When Success Doesn't Come Fast Enough
There are many ways to become famous overnight. A couple of weeks ago I told you about how
But what happens if you've been doing the "doing" thing for a while after hours, and you're still not successful? You can either give up or keep on creating.
If you don't absolutely love what you're creating, don't bother. The most successful creators are those that can't help but create because they love the process. If you're working on your project and it feels like a job more than a privilege, do something else. You already have a day job; you don't need a second job when you get home.
On the other hand, if you enjoy creating but are getting discouraged because you're not seeing results, the solution is to keep creating, writing, inventing, building, painting or pursuing.
Craig Benzine was a waiter in
"I was frustrated waiting tables when I knew I could make video," says Craig. His goal was to ditch his waiter job and get a job producing videos. The problem, as Craig tells it, was that "I didn't have any professional experience or a portfolio of work, so I decided to make stuff on my own for free."
Craig started creating short and entertaining YouTube videos that showcased his video production skills under the moniker Wheezy Waiter. Month after month he'd work on these videos in his limited free time. After five months, he was introduced to a firm that needed a corporate video producer. Fortunately, he had put in the time to build his portfolio. "They watched my videos and basically hired me over the phone," Craig recalls.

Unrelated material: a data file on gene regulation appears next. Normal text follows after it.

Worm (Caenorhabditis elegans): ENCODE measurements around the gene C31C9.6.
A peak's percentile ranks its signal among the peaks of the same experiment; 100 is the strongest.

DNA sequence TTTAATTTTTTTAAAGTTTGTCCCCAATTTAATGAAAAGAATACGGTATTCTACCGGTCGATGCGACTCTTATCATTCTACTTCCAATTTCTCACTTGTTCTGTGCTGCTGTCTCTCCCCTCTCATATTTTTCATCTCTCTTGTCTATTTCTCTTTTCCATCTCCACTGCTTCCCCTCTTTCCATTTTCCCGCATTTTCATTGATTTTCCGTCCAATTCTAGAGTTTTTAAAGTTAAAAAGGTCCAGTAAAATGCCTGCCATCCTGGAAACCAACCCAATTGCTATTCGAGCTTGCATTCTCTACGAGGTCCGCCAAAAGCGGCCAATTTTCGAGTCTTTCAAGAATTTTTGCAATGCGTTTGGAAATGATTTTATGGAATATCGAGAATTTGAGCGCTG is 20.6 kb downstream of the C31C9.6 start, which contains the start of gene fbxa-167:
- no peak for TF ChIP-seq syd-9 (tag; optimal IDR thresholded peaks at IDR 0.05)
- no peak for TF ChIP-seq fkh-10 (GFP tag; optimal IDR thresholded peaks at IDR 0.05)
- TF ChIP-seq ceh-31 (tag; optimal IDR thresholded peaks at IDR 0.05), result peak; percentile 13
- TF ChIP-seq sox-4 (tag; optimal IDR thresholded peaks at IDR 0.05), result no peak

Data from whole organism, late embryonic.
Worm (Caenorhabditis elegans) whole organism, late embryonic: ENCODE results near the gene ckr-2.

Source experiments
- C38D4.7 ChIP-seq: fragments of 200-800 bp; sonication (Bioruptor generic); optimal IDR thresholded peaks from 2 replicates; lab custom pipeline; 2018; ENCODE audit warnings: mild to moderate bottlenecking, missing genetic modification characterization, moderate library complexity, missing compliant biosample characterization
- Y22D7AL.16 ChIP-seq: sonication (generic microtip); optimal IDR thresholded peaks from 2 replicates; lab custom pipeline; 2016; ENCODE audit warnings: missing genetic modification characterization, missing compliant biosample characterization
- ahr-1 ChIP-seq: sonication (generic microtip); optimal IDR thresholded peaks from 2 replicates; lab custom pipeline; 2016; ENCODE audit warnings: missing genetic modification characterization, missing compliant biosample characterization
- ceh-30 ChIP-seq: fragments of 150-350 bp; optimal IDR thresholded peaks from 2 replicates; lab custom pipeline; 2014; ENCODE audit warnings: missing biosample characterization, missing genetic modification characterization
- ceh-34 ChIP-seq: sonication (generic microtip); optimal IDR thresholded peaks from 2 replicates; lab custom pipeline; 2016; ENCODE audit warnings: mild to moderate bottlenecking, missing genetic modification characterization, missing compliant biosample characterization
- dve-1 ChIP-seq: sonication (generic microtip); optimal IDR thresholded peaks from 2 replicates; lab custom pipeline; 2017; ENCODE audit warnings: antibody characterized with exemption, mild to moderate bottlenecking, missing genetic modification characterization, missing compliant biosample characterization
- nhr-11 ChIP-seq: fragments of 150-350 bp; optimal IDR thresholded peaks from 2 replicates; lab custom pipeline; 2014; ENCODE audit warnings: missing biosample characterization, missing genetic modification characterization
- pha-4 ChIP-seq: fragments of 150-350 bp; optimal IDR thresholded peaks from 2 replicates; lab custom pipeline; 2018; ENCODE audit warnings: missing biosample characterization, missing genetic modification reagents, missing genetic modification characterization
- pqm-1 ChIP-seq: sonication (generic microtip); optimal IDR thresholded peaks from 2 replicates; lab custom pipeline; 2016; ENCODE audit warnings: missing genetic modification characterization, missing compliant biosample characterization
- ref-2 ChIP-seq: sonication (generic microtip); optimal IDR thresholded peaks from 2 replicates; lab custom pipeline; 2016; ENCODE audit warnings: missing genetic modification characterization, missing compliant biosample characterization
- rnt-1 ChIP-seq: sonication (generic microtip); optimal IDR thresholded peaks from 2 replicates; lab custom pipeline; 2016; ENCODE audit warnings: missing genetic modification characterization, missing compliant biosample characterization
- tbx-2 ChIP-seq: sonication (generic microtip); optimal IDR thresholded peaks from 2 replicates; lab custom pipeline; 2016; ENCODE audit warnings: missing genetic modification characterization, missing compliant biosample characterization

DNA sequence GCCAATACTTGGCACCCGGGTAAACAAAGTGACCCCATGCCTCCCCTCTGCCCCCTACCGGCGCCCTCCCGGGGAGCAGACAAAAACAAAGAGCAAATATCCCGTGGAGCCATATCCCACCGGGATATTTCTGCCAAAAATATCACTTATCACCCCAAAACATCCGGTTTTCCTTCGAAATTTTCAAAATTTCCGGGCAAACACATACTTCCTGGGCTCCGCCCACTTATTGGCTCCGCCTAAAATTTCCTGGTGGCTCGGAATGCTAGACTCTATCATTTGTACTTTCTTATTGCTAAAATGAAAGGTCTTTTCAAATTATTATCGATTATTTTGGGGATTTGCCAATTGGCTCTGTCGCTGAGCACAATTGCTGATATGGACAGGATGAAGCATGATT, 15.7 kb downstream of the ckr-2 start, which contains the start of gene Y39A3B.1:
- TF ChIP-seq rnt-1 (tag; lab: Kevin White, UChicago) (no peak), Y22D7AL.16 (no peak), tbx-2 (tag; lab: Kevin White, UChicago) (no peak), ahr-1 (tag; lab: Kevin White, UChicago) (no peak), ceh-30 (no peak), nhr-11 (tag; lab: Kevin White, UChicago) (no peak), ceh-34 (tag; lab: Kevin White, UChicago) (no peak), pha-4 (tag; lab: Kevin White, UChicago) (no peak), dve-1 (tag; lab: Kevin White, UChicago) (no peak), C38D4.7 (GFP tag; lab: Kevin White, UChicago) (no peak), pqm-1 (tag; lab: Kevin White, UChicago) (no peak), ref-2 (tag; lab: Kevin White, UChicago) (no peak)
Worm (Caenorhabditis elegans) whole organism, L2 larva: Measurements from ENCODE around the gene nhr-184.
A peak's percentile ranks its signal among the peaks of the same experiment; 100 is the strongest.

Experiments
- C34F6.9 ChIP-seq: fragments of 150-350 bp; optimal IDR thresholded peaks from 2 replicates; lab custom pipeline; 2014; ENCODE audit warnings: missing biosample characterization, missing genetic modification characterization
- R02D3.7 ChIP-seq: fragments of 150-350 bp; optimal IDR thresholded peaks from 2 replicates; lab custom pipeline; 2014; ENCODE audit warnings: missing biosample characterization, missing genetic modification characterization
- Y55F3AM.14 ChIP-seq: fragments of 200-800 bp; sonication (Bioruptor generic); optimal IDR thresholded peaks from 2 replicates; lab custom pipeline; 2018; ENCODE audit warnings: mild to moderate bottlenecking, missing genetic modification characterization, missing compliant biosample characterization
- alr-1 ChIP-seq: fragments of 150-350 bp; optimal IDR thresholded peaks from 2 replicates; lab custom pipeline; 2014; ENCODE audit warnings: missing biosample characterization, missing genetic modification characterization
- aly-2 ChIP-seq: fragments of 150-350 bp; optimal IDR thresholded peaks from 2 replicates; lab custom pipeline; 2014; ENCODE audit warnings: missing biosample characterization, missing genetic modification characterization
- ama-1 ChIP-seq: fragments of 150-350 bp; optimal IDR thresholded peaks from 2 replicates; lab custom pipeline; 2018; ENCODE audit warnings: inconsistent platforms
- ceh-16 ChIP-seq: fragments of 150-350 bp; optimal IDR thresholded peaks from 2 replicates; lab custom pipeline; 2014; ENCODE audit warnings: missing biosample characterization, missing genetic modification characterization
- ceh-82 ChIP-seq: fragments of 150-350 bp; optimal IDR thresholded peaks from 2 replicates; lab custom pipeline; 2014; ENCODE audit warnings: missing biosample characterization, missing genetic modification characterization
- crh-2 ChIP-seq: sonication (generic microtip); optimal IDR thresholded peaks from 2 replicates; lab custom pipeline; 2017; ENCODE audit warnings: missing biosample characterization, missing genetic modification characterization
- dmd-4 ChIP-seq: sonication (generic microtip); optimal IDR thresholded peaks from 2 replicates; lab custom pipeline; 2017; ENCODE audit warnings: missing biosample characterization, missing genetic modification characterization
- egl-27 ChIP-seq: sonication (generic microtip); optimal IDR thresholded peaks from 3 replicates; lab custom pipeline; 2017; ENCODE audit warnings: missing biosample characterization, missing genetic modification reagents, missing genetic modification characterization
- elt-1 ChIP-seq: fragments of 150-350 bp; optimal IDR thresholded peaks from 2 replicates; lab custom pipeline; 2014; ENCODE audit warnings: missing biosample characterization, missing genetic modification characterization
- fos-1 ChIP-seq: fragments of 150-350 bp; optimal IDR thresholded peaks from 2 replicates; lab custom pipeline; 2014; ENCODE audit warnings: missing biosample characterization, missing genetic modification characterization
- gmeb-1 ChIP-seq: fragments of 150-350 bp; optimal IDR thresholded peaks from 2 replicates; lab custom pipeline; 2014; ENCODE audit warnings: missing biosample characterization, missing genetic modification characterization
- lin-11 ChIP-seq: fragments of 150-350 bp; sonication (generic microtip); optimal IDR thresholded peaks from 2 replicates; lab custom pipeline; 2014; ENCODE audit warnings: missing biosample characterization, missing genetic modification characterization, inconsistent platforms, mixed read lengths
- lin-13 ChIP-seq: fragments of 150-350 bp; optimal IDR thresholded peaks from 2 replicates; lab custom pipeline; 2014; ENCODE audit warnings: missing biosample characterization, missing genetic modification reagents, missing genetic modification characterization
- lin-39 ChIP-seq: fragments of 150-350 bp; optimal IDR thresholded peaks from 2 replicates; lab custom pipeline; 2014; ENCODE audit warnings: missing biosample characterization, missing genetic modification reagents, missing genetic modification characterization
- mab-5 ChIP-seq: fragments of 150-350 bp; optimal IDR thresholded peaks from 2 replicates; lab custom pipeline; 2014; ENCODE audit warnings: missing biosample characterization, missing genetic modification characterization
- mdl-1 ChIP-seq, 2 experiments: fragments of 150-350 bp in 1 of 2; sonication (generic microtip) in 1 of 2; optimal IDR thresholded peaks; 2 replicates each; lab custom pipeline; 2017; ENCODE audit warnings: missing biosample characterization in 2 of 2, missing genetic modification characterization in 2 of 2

So far so good, but it gets better -- actually, it gets worse before it gets better. Craig realized that his passion wasn't necessarily video -- that was just the medium -- his passion was to entertain people. So he continued to create hilarious YouTube videos while working a full-time day job. Success was slow to come, however.
The day he uploaded his 100th video to YouTube, he had just 32 subscribers. Each of his two or three minute videos can take between three to six hours to create, so you can appreciate the magnitude of creating 100 of these -- it took a year and a half and countless hours of work.
During my interrogation, I tried to break him. "After years and 100 videos, you only had 32 subscribers? Wasn't that frustrating? What kept you going? Didn't you feel like giving up?" The Wheezy Waiter, while slightly out breath, wouldn't have any of it. He shot back, "My friends liked it. My family liked it. I thought, 'If they all like it why can't everyone like it?' I knew I could get an audience."
In fact, he wasn't discouraged; he was thrilled. "What I always wanted to do is entertain," he said. "If I can get 100 people watching my work that's great. I'm going to keep going and keep trying to entertain them."
Turns out his family and friends were right. He's hilariously entertaining and now has almost 150,000 YouTube subscribers -- that's more viewers than Jersey Shore gets. Okay, maybe not quite that many, but Craig's work is far more entertaining. He has such a large and passionate following that just last month he was able to quit his job and support himself (granted, he saves a ton on razors) through his YouTube videos.
The takeaway? Stop focusing on instant success and reading columns on how to get famous overnight. Instead, create because you can't imagine doing anything else.
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- The Failure Myth Revisited
- It's the Right Time to be an Entrepreneur
- Midlife Entrepreneurs: How One Entrepreneur Decided to Take the Leap
Entrepreneur - When Success Doesn't Come Fast Enough
(c) 2010 Robert Pagliarini